Sleepless in TaqTaq
Lakewood native Eric Smith has been serving in Iraq since May. Major Smith is stationed at Forward Operating Base McHenry, near Kirkuk.
A’salaam aleukum.” Hello.“A’salaam aleukum,” the portly sheikh replied. “Issa ra’id Smith, bejeishi Amerikani.” I’m Major Smith from the American Army. The sheikh burst loose with a three minute welcome speech, unaware that I had just exhausted my Arabic vocabulary. I waved my hand, smiled, and fired off my last word, “mudjerd.” Interpreter. He laughed when he realized that his welcome had been received in spirit, but not understood. He reached out, grabbed my hand, and walked me to the city council room, still speaking a mile a minute, while I nodded politely.
Our arrival in the small village of TaqTaq was a military operation combined with a traveling carnival. TaqTaq sits on the banks of the Tigris, across from the ziggurat of Azshur, an ancient Assyrian monument. Aside from the satellite dishes and the automobiles, I doubt the landscape looks much different from the one the Babylonians saw. Young girls ride donkeys to their family fields in the floodplain while flocks of sheep are guided by dusty shepards along the rutted roads. Our convoy lumbered down from the surrounding hills in the late afternoon sun, and dodged through the narrow streets, while the radio crackled with warnings passed from truck to truck. “Watch out 33, low wires around the side here.” “Two kids behind this wall, looks like they’re going to try and cross.” “Five kids running toward us on the left.” “Male with a gun, two-o’clock; looks like he’s IP (Iraqi Police).”
We pulled into a small courtyard, bounded by two homes, the city council building, and a small police station that was being used by the local Sons of Iraq (SoI) as their headquarters. The MRAP drivers put their vehicles at the periphery, oriented outwards, while gunners scanned nervously for VBIEDs (Vehicle-Borne Improvised Explosive Devices or car bombs). Soldiers poured out of the back of the MRAPs and immediately set to work. A machine-gun team ran up to the roof of one of the homes and set-up, overwatching the road we came in on. Our communications operators were spinning cranks and setting up a giant satellite dish. The generator operators ran cable into the police headquarters and positioned our generator near a wall where the noise would be dampened by the stone. The Platoon Sergeant, Sergeant First-Class Phillips, was seemingly everywhere at once, supervising our rapidly developing position. “Let’s go with the wire!” he yelled over the noise of the generator, as Soldiers pulled awkward rolls of concertina wire off the sides of our vehicles and stretched them out across the road like a giant slinky. I had insisted we bring twice the amount of wire than was normally carried, not because I was worried about insurgents, but because I was worried about the local kids. My worries were well-founded and even as the Soldiers pulled the wire across the courtyard under SFC Phillips’ direction, a growing crowd of children was intermingling with our position.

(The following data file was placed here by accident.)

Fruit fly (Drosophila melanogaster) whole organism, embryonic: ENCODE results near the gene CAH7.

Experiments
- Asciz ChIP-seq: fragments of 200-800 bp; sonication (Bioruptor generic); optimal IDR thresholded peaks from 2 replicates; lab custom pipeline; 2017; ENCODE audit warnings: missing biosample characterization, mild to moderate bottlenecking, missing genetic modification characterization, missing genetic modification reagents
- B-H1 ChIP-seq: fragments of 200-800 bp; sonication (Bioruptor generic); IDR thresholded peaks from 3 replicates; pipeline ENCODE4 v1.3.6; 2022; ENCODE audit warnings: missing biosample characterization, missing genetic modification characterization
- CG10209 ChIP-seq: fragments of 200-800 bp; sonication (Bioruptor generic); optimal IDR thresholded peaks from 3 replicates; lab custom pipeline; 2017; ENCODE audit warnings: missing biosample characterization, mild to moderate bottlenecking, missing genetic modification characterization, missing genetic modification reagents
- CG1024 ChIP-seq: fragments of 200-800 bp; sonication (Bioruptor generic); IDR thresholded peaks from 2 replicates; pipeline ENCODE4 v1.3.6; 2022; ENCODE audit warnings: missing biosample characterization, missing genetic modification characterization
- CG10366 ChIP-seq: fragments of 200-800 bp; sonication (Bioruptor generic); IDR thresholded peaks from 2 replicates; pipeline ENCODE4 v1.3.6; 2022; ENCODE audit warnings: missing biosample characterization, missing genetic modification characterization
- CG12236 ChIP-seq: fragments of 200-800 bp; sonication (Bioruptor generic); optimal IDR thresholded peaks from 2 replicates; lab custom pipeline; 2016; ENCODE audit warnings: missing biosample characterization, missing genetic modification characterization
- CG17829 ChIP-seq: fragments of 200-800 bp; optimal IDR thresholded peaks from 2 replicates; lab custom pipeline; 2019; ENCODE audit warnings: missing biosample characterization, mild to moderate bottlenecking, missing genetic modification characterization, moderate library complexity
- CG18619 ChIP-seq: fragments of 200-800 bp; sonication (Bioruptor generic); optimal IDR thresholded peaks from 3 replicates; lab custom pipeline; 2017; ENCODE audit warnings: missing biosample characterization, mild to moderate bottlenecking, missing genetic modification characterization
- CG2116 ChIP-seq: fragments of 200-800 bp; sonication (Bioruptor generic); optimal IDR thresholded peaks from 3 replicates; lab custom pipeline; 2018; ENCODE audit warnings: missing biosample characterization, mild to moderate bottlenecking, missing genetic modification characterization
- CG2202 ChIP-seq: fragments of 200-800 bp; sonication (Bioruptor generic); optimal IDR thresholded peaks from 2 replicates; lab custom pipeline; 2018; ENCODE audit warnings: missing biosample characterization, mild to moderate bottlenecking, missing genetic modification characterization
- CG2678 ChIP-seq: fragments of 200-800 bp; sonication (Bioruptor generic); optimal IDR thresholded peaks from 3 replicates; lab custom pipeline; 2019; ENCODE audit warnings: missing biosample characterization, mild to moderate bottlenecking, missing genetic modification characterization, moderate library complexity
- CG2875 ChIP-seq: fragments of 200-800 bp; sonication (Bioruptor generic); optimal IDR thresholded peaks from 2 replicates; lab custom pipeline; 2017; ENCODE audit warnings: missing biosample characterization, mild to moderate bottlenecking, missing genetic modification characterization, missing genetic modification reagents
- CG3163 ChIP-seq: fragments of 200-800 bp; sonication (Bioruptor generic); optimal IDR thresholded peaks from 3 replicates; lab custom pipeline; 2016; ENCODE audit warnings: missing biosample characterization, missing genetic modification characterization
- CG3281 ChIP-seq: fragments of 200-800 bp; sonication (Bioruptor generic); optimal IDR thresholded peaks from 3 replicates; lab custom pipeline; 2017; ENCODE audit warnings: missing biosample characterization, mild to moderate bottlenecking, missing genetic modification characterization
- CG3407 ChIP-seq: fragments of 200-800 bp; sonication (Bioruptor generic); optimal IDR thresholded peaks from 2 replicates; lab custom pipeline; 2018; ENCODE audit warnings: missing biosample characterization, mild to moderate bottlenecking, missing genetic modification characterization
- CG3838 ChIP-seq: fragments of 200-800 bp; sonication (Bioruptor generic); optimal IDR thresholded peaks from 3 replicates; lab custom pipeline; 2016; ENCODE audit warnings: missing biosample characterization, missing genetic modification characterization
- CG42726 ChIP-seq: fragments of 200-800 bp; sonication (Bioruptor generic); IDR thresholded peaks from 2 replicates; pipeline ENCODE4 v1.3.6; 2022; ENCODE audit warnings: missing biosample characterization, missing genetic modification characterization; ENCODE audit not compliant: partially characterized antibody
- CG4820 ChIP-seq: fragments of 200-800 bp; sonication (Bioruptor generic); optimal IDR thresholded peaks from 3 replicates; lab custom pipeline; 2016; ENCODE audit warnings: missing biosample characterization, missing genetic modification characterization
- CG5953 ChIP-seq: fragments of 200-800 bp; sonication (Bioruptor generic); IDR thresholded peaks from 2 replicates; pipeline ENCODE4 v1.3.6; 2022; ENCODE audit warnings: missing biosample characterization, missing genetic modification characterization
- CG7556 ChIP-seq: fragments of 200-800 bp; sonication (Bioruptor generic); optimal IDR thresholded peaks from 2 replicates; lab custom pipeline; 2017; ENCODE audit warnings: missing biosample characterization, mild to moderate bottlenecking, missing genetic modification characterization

I grabbed our interpreter, Ronnie, and walked over to the local policeman and SoI Commander who were watching the scene. “Please keep the kids out of here. I’m worried about all the heavy equipment and Soldiers with weapons. The kids can watch, but they have to stay on the other side of the wire.” The two men nodded and started yelling at the pack of boys, who immediately scattered. I walked back to our developing HQ and took off my helmet. It was about 120 degrees in the small stone building and the dusty ceiling fan stood still for lack of power. Nevertheless, everything was going according to plan. “I am concerned about the security.” I told the Sheik. “My men are on the perimeter. Do you have men manning checkpoints? Have you heard about any insurgents in the area?” “You don’t have to worry.” He answered. “This is a very safe village. Everyone here is very happy that you have come and we hope you stay for a long time. I told all the people in the village that if anyone shoots at you, I will burn their house to the ground.” “Oh. Well, thanks.”